In every age, when humanity becomes mired in gross materialism, ritualistic faith and religious antagonism, there appears an inspired figure seeking to bridge the divide, show a better path and revive relations with the divine. These are no strangers to the Indian subcontinent and, among them, one of the most profound was Nanak….Book review by Vikas Datta about ‘Nanak – The Correspondent of the Ultimate’ written by Sumeet D. Aurora
While much of his teaching can be summed up in a prayer, formulated by his final human successor, ending “Nanak naam charhdi kala, tere bhaane sarbat da bhala” (rather loosely, “Nanak, with the (holy) name, comes rising positivity, with your blessings and God’s will, may all be happy”), there is much more making him relevant to our times.
This is chiefly, but not limited to, how valid is religious observance if one harbours evil thoughts or performs wrong acts, how people should treat each other, and even — more importantly for today — what they can eat.
And this is what artist, photographer and writer Sumeet Arora seeks to bring out in this book, which seeks to present a coherent and realistic (as possible) account of the saint’s life, the temper of his times and his key teachings.
But the issue is that while Nanak (1469-1539), whose teachings laid the foundations of what became Sikhism, is a comparatively recent figure historically, what we know about him comes from a few extant, rather hagiographic and often contradictory accounts, chiefly the four “janamsakhis”.
These anecdotal accounts narrated down the generations, while depicting “his biography quite illustratively”, cannot be relied for chronology or veracity. Then there is Bhai Gurdas’ “vars”, written close to a century after Nanak’s death to weed out inaccuracies about his life, as well as many later works.
Aurora uses the oldest “Puratan” janamsakhi, the “vars” as well as the contributions of later scholars to “present the past as meticulously as possible”.
Charting Nanak’s childhood, spiritual development and reluctance to lead a conventional existence, his leaving home to wander around India and further as an itinerant preacher to spread his message of good thoughts and works, oneness of man and his religions, and compassion, it also analyses his key texts like “Japji Sahab” and “Asa di Var”.
For those who have some knowledge of the religious figure, whose syncretism was manifested by his description as “Nanak Shah Fakir, Hindu ka Guru, Musalmanon ka Pir”, there will be several points that strike a resonance as Aurora seeks to identify the genesis of some his best-known “shabads” in the events that inspired them, or recount events that have become near-legendary.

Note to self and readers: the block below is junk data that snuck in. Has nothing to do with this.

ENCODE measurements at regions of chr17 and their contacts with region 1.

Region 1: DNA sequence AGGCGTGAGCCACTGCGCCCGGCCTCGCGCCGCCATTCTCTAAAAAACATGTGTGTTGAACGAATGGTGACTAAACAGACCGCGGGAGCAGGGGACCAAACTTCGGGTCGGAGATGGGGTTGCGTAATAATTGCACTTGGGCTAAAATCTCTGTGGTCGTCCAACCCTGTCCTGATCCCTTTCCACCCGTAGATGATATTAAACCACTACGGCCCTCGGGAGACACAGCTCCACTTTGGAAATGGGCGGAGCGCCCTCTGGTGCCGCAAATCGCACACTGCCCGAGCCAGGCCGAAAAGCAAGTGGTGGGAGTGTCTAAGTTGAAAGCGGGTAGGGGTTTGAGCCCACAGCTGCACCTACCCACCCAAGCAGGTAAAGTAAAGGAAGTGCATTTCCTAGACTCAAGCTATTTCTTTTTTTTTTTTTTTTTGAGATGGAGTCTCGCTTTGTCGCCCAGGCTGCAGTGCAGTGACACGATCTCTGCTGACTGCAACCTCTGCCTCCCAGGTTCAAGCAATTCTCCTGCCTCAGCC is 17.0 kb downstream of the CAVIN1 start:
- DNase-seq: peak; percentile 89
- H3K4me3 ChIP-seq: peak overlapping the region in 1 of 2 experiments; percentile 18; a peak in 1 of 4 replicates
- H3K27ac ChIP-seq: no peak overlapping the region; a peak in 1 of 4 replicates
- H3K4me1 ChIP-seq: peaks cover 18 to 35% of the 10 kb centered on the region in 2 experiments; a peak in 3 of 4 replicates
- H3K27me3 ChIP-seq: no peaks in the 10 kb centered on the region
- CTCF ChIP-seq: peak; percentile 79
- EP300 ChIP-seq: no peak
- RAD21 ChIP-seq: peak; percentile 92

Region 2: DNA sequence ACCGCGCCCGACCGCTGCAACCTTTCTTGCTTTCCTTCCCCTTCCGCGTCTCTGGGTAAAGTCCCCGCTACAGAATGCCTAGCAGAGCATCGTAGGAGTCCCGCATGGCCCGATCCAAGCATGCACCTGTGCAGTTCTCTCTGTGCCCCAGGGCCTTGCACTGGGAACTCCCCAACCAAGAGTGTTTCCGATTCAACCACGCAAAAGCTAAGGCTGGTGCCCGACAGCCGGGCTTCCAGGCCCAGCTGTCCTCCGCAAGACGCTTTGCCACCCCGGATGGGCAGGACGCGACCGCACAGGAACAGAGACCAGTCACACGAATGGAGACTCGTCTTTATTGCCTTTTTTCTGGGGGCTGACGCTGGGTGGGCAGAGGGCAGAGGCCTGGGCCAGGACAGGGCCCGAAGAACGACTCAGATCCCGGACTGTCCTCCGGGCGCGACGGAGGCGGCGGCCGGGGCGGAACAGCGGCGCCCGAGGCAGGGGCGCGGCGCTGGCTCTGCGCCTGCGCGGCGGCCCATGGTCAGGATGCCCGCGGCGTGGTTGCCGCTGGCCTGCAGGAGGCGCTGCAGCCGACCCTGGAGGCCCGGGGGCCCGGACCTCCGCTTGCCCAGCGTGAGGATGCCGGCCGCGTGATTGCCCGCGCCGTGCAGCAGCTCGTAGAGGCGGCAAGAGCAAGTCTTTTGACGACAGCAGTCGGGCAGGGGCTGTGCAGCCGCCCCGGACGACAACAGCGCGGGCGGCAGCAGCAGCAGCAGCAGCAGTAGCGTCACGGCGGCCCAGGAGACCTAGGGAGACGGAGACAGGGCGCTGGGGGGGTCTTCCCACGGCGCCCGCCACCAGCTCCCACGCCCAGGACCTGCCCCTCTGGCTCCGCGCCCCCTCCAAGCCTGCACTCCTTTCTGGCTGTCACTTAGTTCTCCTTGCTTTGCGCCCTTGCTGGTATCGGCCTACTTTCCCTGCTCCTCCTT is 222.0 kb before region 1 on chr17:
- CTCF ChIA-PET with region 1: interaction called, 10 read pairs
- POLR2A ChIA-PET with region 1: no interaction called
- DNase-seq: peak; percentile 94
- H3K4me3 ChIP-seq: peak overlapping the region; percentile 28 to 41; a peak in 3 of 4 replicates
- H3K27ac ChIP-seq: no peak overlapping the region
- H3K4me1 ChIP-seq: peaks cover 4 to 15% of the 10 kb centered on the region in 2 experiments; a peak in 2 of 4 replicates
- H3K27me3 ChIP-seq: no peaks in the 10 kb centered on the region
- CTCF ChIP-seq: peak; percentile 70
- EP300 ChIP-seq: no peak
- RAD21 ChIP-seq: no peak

Take, for example, “Antar mael ji tirath nhave..” when Nanak visited Allahabad and saw the pilgrims on the banks of the Sangam, waiting for the dip that would cleanse all their accumulated sins, or the episode of the “duel” fostered on him by Muslim pir Wali Kandhari.
There are then the telling stories about Nanak sending his lifelong disciple, Mardana, to a nearby town with two paise (they were worth something then) to get a paise worth of truth and lies each, and gently rebuking a rich man of Lahore for vulgar display of wealth by asking him to carry a needle for him into the next world.
However, the story of his interaction with Babar will provide some food for thought to those seeing a recent part of Indian history in stark black and white terms.
Aurora, however, gets trapped in an old but knotty theological problem — treating a religious leader as a conduit of divine will and miracles may explain their influence and followers but downplaying of the human attributes makes them exceptional and remote, which might have been far from what they intended.
Then his language, in places, gets a little too florid and jarring – use of verbs like “slouched” or “huddled” (for movement) or terms like the “ravenous eyes” of a thirsty man and more, and provided a transliterated version of Nanak’s shabads, not only translations, to give an idea of their cadence.
On the other hand, his artwork as well as that of his father, gifted artist Devender Singh, complement the retelling of Nanak’s story, which is always inspiring and beneficial to read.